As one of the simple alkali metals, sodium has been of fundamental interest for shock physics experiments, but knowledge of its equation of state (EOS) in hot, dense regimes is not well known. By combining path integral Monte Carlo (PIMC) results for partially-ionized states [B. Militzer and K. P. Driver, Phys. Rev. Lett. 115, 176403 (2015)] at high temperatures and density functional theory molecular dynamics (DFT-MD) results at lower temperatures, we have constructed a coherent equation of state for sodium over a wide density-temperature range of $1.93-11.60$ g/cm$^{3}$ and $10^3-1.29\times10^8$ K. We find that a localized, Hartree-Fock nodal structure in PIMC yields pressures and internal energies that are consistent with DFT-MD at intermediate temperatures of $2\times10^6$ K. Since PIMC and DFT-MD provide a first-principles treatment of electron shell and excitation effects, we are able to identify two compression maxima in the shock Hugoniot curve corresponding to $K$-shell and $L$-shell ionization. Our Hugoniot curves provide a benchmark for widely-used EOS models, SESAME, LEOS, and Purgatorio. Due to the low ambient density, sodium has an unusually high first compression maximum along the shock Hugoniot curve. At beyond 10$^7$ K, we show that the radiation effect leads to very high compression along the Hugoniot curve, surpassing relativistic corrections, and observe an increasing deviation of the shock and particle velocities from a linear relation. We also compute the temperature-density dependence of thermal and pressure ionization processes.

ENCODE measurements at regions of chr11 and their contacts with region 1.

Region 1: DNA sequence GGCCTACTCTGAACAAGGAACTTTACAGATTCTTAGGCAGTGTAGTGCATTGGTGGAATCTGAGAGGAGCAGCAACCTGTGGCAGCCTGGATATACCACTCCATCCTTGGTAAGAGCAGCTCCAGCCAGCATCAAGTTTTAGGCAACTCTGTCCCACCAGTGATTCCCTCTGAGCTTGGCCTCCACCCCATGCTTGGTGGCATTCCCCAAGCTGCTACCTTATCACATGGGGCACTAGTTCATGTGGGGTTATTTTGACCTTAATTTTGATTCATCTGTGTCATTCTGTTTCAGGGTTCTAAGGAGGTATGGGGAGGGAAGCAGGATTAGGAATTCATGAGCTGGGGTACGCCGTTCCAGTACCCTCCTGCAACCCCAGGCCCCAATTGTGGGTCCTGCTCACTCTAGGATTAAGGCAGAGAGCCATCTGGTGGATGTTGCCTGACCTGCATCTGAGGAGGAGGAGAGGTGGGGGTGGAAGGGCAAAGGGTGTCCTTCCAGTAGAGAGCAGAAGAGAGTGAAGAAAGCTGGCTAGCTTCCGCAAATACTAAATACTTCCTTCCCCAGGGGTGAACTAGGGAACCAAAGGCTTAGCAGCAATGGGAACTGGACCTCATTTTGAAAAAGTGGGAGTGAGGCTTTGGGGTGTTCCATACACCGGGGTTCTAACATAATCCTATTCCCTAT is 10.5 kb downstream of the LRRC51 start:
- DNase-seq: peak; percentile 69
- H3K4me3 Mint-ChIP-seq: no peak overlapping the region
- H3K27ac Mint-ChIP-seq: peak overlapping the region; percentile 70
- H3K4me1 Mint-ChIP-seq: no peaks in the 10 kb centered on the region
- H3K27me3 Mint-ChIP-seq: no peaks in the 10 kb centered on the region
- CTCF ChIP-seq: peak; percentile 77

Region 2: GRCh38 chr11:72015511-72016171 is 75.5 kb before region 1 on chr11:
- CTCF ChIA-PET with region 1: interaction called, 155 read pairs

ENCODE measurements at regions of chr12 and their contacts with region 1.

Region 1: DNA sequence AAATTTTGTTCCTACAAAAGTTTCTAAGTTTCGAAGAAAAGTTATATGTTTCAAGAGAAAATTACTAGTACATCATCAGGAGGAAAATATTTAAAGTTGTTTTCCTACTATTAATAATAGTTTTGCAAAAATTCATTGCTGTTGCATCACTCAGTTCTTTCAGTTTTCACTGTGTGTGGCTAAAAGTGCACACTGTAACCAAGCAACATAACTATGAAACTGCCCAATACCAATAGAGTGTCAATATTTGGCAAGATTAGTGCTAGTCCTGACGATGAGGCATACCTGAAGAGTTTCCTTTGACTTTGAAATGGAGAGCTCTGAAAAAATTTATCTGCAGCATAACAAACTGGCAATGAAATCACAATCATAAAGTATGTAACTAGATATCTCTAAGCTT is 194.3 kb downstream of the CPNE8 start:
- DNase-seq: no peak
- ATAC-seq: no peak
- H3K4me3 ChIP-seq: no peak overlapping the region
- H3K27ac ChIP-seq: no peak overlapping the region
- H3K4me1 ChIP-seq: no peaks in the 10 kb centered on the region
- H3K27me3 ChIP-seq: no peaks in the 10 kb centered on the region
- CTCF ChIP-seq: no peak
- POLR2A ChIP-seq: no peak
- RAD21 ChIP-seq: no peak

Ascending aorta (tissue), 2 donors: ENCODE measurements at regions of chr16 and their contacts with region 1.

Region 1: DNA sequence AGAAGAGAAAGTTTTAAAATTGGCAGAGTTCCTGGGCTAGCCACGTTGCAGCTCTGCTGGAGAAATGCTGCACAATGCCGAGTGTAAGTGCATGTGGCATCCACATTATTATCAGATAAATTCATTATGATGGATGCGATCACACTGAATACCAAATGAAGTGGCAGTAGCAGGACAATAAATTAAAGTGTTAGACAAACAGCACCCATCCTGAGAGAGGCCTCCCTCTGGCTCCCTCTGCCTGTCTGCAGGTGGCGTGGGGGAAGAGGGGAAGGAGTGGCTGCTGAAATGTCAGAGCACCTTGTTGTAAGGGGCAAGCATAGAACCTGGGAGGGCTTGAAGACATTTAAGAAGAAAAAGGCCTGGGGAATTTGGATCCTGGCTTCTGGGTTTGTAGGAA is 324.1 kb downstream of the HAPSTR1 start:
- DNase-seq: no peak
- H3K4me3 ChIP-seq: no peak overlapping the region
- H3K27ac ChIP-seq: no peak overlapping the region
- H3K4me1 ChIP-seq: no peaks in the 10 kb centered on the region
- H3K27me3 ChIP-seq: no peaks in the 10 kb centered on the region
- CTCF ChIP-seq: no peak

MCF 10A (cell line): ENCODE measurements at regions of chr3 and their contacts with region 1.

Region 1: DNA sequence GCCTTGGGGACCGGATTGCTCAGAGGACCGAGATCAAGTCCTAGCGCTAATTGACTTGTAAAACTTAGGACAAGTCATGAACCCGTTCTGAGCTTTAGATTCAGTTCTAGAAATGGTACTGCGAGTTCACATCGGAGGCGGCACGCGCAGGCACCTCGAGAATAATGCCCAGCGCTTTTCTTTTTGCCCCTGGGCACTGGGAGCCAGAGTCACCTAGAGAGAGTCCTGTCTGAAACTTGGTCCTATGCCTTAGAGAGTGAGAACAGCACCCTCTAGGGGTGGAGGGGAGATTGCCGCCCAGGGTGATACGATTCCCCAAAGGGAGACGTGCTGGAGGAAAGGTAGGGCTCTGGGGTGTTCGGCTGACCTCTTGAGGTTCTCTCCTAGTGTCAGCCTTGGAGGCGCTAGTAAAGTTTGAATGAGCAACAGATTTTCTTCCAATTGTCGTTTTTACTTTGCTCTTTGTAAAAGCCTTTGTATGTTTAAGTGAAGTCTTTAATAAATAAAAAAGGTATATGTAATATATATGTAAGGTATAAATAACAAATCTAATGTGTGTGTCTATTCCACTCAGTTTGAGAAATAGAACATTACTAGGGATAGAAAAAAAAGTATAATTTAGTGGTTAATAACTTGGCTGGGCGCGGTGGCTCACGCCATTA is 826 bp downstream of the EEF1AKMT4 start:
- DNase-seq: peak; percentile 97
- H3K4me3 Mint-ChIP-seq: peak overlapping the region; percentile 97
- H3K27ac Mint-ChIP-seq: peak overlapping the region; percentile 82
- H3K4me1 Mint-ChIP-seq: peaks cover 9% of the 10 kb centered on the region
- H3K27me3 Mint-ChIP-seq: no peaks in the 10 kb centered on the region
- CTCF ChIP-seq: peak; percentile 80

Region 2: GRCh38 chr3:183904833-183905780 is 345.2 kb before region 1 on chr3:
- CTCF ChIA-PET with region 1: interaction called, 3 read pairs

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S. Zhang, K. Driver, F. Soubiran, et. al.